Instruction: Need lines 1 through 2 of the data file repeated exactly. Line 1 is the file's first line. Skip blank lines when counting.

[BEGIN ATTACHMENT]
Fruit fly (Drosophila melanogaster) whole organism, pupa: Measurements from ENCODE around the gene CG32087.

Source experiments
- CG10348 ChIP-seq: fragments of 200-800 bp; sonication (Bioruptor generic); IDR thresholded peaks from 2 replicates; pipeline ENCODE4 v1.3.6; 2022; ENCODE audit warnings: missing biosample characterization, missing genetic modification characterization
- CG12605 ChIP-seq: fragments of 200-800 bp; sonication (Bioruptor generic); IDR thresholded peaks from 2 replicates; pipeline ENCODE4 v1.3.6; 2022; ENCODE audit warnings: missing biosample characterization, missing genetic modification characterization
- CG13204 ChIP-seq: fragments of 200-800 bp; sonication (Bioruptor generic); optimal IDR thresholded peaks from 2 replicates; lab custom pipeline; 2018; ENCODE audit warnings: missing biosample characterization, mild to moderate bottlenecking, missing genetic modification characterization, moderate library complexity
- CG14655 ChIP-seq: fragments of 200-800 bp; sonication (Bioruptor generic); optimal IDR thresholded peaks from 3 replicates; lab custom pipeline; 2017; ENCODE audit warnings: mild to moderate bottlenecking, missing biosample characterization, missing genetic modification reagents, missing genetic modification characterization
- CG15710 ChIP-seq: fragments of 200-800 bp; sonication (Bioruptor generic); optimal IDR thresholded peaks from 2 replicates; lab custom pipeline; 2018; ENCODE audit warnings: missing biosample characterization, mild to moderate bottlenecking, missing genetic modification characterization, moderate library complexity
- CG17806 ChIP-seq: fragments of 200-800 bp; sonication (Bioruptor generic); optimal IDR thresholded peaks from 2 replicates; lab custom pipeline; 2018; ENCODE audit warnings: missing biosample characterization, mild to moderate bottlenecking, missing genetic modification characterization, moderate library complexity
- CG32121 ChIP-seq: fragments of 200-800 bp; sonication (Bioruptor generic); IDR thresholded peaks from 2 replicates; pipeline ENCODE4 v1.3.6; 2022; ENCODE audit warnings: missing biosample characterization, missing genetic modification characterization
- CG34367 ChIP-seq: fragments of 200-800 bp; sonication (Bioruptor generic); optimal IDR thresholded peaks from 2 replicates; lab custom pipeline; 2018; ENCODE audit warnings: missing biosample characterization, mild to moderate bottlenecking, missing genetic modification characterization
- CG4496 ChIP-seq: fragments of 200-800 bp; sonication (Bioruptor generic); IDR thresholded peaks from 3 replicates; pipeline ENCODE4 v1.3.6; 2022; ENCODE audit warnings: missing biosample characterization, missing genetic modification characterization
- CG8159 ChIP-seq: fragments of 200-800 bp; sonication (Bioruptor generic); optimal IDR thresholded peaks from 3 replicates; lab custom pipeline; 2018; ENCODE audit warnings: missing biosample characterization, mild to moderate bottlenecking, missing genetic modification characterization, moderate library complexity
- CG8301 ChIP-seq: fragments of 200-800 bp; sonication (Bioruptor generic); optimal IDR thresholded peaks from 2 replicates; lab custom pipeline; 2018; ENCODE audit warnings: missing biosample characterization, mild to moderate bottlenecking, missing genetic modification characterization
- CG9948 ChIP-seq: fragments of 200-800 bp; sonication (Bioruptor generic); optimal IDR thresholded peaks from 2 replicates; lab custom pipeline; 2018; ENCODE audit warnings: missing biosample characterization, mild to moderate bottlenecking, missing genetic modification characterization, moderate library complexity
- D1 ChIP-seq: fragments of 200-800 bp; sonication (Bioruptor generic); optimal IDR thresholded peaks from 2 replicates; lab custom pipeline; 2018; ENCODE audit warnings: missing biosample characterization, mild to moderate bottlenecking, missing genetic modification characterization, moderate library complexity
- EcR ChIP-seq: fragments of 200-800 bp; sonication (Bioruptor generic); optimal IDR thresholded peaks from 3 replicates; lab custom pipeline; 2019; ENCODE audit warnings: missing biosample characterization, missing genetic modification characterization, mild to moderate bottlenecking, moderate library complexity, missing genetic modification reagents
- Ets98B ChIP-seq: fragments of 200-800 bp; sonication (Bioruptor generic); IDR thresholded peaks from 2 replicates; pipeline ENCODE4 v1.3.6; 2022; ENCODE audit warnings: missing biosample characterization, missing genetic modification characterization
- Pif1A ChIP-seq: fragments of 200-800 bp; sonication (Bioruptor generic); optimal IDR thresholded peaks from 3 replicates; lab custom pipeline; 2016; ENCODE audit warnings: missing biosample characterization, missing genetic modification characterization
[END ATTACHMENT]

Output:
Fruit fly (Drosophila melanogaster) whole organism, pupa: Measurements from ENCODE around the gene CG32087.

Source experiments